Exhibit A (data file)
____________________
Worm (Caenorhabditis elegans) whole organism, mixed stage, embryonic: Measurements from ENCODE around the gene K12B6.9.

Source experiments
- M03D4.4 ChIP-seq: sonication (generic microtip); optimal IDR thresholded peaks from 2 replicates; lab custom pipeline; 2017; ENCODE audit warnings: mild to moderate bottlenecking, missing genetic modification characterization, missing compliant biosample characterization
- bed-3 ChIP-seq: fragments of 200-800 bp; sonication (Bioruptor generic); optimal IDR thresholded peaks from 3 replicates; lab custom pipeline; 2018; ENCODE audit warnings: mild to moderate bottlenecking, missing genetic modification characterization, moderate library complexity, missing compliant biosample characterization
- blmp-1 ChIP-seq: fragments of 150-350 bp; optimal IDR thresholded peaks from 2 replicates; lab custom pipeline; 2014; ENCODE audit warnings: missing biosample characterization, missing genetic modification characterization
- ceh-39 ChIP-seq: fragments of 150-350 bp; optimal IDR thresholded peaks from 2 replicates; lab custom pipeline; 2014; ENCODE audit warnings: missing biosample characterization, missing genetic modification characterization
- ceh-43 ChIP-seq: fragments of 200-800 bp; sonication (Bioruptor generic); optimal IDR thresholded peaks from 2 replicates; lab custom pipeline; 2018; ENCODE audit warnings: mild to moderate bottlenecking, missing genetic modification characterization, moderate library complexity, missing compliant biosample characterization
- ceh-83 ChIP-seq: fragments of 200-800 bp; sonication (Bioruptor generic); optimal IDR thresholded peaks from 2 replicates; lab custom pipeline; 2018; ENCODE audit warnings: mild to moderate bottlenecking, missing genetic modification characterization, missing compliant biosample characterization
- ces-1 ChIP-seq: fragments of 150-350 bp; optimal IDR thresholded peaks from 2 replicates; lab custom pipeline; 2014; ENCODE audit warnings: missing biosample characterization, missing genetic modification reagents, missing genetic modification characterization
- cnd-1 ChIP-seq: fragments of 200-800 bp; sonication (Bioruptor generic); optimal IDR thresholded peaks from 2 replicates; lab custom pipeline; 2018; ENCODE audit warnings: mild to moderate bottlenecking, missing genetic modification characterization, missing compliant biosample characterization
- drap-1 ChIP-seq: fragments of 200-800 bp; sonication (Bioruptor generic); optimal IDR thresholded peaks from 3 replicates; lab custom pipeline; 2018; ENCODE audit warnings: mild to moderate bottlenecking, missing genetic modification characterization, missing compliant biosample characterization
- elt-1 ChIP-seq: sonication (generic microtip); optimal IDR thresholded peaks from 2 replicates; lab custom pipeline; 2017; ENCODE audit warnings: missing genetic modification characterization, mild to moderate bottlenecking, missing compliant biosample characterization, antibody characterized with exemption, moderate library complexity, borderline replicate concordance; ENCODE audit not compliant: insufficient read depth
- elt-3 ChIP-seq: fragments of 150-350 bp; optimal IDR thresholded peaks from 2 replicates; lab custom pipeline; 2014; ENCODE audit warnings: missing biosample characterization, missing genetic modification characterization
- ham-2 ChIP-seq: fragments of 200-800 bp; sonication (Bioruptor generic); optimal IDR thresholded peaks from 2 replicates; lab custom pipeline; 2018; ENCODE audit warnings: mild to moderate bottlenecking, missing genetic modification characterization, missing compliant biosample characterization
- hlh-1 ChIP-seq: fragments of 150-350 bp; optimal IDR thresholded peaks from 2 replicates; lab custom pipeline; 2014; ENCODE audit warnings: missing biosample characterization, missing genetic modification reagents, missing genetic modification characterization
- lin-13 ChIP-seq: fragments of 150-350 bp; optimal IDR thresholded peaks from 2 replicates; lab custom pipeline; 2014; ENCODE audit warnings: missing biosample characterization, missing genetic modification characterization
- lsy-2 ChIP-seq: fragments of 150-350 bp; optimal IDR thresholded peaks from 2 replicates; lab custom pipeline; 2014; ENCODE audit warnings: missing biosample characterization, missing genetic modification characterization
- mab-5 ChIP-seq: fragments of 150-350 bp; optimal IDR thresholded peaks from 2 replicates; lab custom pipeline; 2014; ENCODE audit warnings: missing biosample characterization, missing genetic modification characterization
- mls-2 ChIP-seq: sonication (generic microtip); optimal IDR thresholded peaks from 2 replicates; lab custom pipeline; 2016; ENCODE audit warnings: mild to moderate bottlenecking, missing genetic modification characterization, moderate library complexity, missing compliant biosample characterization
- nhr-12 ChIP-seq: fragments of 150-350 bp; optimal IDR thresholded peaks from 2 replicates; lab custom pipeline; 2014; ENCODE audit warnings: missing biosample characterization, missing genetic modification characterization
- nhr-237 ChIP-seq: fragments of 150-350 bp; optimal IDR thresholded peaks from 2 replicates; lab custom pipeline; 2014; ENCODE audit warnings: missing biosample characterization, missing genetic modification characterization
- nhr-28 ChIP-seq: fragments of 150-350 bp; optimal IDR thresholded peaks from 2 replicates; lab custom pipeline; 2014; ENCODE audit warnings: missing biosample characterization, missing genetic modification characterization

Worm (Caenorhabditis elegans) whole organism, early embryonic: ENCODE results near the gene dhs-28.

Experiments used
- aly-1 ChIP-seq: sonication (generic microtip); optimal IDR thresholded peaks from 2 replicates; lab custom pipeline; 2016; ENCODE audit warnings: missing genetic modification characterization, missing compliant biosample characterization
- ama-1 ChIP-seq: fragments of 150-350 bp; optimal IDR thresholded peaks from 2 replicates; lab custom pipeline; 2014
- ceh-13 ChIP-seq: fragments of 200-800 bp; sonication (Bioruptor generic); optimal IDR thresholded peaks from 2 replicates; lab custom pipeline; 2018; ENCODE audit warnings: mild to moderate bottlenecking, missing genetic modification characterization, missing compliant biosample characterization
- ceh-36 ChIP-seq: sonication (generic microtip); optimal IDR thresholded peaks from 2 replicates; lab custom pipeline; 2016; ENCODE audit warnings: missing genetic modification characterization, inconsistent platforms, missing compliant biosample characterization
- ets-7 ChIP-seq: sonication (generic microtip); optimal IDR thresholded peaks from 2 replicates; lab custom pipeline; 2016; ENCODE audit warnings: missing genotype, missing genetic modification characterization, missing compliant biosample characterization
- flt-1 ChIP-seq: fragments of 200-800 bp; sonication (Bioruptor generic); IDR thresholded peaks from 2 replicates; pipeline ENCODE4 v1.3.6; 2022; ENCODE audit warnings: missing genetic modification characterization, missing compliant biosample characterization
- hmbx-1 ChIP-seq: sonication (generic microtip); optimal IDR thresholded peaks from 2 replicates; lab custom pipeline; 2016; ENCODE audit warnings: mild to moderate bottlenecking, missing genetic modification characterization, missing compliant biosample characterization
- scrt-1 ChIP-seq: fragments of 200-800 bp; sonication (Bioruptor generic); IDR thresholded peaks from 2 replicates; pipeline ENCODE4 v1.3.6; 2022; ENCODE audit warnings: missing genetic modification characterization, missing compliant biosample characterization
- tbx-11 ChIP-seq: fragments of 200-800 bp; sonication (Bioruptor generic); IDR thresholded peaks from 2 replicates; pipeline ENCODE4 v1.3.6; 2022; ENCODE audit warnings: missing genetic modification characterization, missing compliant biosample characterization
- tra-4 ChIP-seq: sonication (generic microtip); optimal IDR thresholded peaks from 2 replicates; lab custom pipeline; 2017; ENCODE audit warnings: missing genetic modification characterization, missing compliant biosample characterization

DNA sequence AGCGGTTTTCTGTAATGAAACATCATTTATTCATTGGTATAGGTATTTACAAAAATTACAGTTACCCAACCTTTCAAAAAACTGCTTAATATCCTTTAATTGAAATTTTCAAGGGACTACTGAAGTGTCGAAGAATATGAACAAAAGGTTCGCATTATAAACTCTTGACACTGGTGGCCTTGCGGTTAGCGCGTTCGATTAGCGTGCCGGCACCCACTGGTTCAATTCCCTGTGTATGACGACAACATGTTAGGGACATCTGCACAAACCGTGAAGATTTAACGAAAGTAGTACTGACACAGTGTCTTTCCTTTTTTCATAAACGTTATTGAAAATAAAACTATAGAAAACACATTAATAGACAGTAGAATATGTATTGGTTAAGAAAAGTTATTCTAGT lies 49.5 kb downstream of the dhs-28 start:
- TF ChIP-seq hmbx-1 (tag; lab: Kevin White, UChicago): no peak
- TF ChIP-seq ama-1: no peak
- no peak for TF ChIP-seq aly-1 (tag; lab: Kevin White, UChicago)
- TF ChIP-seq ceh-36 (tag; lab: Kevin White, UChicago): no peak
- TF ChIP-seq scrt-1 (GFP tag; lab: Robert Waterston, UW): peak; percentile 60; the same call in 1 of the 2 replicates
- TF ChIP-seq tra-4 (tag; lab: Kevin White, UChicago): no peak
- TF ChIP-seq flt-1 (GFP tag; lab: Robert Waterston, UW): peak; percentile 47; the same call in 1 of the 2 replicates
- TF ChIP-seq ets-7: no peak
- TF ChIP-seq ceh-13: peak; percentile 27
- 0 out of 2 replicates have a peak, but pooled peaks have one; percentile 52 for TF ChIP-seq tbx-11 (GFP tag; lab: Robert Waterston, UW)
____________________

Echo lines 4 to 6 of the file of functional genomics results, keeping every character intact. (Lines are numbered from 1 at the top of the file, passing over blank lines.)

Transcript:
- bed-3 ChIP-seq: fragments of 200-800 bp; sonication (Bioruptor generic); optimal IDR thresholded peaks from 3 replicates; lab custom pipeline; 2018; ENCODE audit warnings: mild to moderate bottlenecking, missing genetic modification characterization, moderate library complexity, missing compliant biosample characterization
- blmp-1 ChIP-seq: fragments of 150-350 bp; optimal IDR thresholded peaks from 2 replicates; lab custom pipeline; 2014; ENCODE audit warnings: missing biosample characterization, missing genetic modification characterization
- ceh-39 ChIP-seq: fragments of 150-350 bp; optimal IDR thresholded peaks from 2 replicates; lab custom pipeline; 2014; ENCODE audit warnings: missing biosample characterization, missing genetic modification characterization